An obscure instrument called a blink comparator became world famous following Clyde Tombaugh’s discovery of Pluto in 1930. It was by rapidly switching between astronomical photographs that the young Tombaugh was able to compare objects in the field of view where ‘Planet X’ was presumed to hide. Pluto turned out to be a good deal smaller than Percival Lowell had imagined, leading to thoughts of still more distant planets, but for a time the new planet was best known as a faint dot on a series of plates, moving against a fixed field of stars.
Image: Clyde Tombaugh at the Blink Comparator five years after the Pluto discovery. Credit: Lowell Observatory Archives.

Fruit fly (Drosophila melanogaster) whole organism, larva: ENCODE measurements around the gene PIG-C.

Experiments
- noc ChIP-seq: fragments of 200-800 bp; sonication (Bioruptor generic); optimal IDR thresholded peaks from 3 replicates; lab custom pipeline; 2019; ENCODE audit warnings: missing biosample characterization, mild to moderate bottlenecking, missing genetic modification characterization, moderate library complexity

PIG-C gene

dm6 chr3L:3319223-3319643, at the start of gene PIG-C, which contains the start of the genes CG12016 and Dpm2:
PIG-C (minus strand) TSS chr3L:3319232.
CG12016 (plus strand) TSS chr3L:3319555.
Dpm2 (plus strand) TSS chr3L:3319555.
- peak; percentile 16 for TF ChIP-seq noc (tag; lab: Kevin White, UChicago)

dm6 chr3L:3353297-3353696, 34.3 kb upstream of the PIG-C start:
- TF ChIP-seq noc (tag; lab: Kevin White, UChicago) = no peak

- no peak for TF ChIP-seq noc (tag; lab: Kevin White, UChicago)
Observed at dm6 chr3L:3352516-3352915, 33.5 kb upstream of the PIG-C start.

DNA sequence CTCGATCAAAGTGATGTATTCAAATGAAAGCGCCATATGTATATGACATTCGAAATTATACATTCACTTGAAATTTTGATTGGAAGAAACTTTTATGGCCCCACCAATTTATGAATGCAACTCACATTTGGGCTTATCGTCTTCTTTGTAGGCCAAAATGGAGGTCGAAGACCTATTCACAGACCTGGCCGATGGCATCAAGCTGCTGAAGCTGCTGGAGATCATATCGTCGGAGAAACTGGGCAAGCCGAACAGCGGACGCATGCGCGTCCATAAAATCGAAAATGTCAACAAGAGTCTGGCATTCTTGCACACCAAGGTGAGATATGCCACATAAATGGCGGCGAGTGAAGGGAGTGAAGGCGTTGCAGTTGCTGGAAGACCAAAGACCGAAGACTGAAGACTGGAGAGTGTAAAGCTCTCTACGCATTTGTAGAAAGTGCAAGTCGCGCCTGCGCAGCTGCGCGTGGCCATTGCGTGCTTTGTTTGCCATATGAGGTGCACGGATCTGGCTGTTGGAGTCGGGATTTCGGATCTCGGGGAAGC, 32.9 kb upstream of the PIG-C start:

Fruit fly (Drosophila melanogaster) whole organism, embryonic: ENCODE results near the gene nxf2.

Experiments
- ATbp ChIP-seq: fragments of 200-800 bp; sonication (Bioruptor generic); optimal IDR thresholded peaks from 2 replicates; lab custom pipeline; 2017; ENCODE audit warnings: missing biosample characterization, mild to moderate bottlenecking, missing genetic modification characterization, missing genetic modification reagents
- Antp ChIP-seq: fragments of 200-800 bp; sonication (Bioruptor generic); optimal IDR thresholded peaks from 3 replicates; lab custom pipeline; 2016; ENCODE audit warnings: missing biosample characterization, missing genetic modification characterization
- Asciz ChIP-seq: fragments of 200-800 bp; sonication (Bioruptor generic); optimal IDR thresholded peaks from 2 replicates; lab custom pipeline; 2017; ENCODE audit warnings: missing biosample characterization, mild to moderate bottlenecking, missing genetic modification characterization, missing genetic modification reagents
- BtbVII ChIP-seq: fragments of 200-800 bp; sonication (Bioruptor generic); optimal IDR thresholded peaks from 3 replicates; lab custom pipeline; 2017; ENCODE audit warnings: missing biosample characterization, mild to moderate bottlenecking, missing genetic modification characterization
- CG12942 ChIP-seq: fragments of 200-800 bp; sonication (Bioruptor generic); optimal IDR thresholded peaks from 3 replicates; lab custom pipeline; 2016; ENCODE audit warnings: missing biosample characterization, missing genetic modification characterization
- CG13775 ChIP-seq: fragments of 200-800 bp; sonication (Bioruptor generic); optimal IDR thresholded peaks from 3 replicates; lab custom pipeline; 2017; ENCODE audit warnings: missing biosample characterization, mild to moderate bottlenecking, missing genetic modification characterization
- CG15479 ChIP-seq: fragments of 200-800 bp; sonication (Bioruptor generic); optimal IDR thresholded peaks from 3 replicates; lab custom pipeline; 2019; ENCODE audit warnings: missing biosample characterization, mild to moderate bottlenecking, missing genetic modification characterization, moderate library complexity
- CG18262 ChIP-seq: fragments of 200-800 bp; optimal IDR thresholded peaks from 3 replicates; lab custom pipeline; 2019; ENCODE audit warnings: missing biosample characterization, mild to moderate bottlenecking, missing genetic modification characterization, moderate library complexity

All of this is wonderfully told in Michael Byers’ 2010 novel Percival’s Planet (Henry Holt and Co.), which draws on Tombaugh’s story and depicts the entire Lowell Observatory scene in his time there (see A Tour de Force of Planetary Discovery for my review of the book). Or if you want the inside view, Tombaugh’s own Out of the Darkness: The Planet Pluto takes on his Pluto work and the entire field of planet hunting.
These days we can mimic what a blink comparator did with a ...